They imagined a Jurko who has a magical belt, who gets help from a fairy — ideas from the folk tradition. This met with criticism from certain quarters. After all, what need did Jánošík the proletariat revolutionary have for the supernatural?
Always a fast creator, Kubal spent just a few days writing the story outline — five pages. Then, in April 1974, he started on the script and storyboard. The boards took him a mere few months, yet they comprised more than three hundreds images in color, almost as detailed as the film itself.2 By May, Kubal was already animating, and his work was already being filmed.
Something important to note about Brigand Jurko is that it’s a story, often a serious one, told chiefly in gags. That includes pratfalls and slapstick, but also the surreal, dreamlike visual gags of cartoons from the ‘20s and ‘30s. To climb from a tree onto a windowsill, Jurko might use the moon in the sky as a stepping stone.
It’s a style unique to Kubal. He’d developed it in an odd way.
Born in the ‘20s himself, Kubal became an early fan of Fleischer Studios, emulating its work. Disney’s films interested him less, and, by chance, he didn’t see Snow White until decades after its first run in Slovakia. “So, apart from Fleischer, I had no role models and I didn’t even study the evolution of animated film in more detail,” he said.
He combined that sensibility with years of work as a magazine cartoonist, where he honed his tossed-off drawing style. All of it went into his films. Kubal became an ace at gags — the more the better — drawn in a crude and simple way. If you know the work of Priit Pärn (Time Out), it’s in that ballpark.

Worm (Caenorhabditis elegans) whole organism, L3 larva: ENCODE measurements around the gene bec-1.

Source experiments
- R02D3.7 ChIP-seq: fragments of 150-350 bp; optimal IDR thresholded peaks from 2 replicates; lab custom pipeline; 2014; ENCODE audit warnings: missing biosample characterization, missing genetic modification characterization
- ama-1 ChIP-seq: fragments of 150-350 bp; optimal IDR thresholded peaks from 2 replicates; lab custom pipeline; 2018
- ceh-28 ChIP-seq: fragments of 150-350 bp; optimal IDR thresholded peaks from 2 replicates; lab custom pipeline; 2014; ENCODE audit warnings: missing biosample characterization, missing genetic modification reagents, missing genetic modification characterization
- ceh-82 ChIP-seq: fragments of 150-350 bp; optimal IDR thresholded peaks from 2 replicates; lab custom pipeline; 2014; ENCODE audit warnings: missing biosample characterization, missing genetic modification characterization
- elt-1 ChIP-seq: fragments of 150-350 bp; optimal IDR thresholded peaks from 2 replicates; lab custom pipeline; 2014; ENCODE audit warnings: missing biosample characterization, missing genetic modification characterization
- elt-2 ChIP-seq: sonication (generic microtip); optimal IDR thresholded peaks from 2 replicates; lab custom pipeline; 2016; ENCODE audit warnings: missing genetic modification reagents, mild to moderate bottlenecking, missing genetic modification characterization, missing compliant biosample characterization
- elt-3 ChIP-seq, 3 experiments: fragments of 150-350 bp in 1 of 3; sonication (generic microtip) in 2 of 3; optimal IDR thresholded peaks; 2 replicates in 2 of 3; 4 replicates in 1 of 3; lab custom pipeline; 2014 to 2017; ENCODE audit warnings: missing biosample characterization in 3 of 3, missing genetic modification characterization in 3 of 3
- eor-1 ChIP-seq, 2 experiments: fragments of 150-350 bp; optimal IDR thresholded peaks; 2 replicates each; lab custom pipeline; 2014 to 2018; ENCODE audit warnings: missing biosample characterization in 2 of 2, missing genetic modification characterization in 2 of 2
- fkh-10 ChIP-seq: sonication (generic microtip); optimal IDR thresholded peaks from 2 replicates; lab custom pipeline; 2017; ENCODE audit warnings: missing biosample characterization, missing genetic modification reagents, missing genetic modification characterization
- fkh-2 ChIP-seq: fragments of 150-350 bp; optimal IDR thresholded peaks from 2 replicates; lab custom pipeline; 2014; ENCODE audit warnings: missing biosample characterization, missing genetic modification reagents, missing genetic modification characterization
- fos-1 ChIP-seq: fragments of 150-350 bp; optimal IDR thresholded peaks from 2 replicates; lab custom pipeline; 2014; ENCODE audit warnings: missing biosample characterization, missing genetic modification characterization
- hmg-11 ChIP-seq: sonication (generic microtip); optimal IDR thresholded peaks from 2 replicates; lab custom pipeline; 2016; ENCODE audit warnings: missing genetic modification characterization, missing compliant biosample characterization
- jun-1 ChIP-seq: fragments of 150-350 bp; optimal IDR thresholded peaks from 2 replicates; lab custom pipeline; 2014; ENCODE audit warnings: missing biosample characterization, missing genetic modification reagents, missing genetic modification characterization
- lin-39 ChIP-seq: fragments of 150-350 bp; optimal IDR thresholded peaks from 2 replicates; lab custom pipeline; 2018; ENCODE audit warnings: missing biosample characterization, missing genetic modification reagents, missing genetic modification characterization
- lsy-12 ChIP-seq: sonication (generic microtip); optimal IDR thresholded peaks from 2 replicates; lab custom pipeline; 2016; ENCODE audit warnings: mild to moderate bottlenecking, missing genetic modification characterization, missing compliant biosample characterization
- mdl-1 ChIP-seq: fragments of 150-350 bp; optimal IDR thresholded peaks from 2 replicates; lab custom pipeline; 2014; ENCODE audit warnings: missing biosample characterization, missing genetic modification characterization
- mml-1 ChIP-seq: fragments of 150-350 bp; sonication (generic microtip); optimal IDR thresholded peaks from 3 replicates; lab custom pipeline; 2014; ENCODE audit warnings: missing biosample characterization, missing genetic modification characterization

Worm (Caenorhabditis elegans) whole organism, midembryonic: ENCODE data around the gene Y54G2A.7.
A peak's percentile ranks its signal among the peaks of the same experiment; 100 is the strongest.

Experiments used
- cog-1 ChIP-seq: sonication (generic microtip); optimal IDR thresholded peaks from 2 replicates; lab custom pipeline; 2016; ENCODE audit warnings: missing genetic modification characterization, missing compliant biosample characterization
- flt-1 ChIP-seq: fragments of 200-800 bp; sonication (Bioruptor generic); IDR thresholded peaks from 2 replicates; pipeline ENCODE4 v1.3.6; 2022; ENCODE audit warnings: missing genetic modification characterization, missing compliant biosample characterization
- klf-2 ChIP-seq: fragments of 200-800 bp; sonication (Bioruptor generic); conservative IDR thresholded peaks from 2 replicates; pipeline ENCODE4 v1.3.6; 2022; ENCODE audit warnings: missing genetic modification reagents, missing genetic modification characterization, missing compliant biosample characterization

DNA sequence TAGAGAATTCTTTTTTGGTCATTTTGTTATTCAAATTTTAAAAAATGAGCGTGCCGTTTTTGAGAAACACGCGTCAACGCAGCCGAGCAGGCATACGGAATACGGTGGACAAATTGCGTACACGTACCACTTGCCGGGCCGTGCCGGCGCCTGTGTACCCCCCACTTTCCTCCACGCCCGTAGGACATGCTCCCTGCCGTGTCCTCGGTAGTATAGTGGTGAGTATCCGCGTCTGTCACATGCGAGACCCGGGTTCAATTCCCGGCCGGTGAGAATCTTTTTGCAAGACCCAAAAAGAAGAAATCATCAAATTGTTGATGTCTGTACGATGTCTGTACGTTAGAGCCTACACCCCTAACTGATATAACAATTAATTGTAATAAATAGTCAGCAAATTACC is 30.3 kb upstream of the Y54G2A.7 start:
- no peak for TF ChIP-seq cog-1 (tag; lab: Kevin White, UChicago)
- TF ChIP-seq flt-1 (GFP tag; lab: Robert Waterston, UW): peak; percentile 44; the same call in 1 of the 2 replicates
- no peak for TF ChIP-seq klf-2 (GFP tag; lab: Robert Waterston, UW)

Brigand Jurko added extra layers to Kubal’s style, though. It’s built on comedy techniques — but it’s not strictly a comedy. Kubal felt that a feature film demanded more: “it is not enough to just laugh and just cry.” Brigand Jurko often makes you laugh, but that’s not all it does.
The fairy winds a water ripple into a ball of water-yarn, and you’re not sure whether it’s funny or beautiful or both. You’re sobered as Jurko hits rock bottom, whipped and defeated by the villains and left for dead. (For that scene, Kubal played Tchaikovsky’s Pathétique Symphony for his composer as reference for the music.3) Many of the songs with lyrics, like the execution chant or the closing folksong, are genuinely stirring. The same is true of the score, recorded at Kubal’s request with a symphony orchestra.
Couple that with the visible arthouse influence in some of the cinematography, and what you’re left with is close to indescribable. That’s Brigand Jurko.
The tonal balance makes no sense and logically shouldn’t work. Kubal struggled with it, trying to fit comedic characters (like Jurko’s bandit crew) with serious ones (like Jurko and his lover Annie). He felt that it would destroy the story to make the serious characters too jokey and cartoonish — and yet making them too realistic would be dull. Somehow, he found a way.
As always, Kubal worked fast. Having started animating around April or May 1974, he completed the final shot in December 1975. He’d just drawn a 76 minute film essentially by himself, supported by an ink-and-paint crew.
His process was slapdash. Many, many scenes from the script were changed on the fly. Assistant director Anna Kubalová, who was married to Kubal, recalled:
Like all of Kubal’s scripts, the script for the film Jánošík was only a kind of “skeleton” of a script. The actual plot of the film was created directly while drawing individual shots on tracing paper. Often it happened that a shot ended up completely differently than it was in the script. It must be said, Kubal honestly noted down on the original script the changes and additions he made, so that the individual pages were written more by pen than by type. In the end, the whole script looked like a pile of written, shapeless paper.
This was how Kubal worked — raw creativity, as fast as he could go. He flourished when he made in the moment, drawing from his never-ending flow of ideas.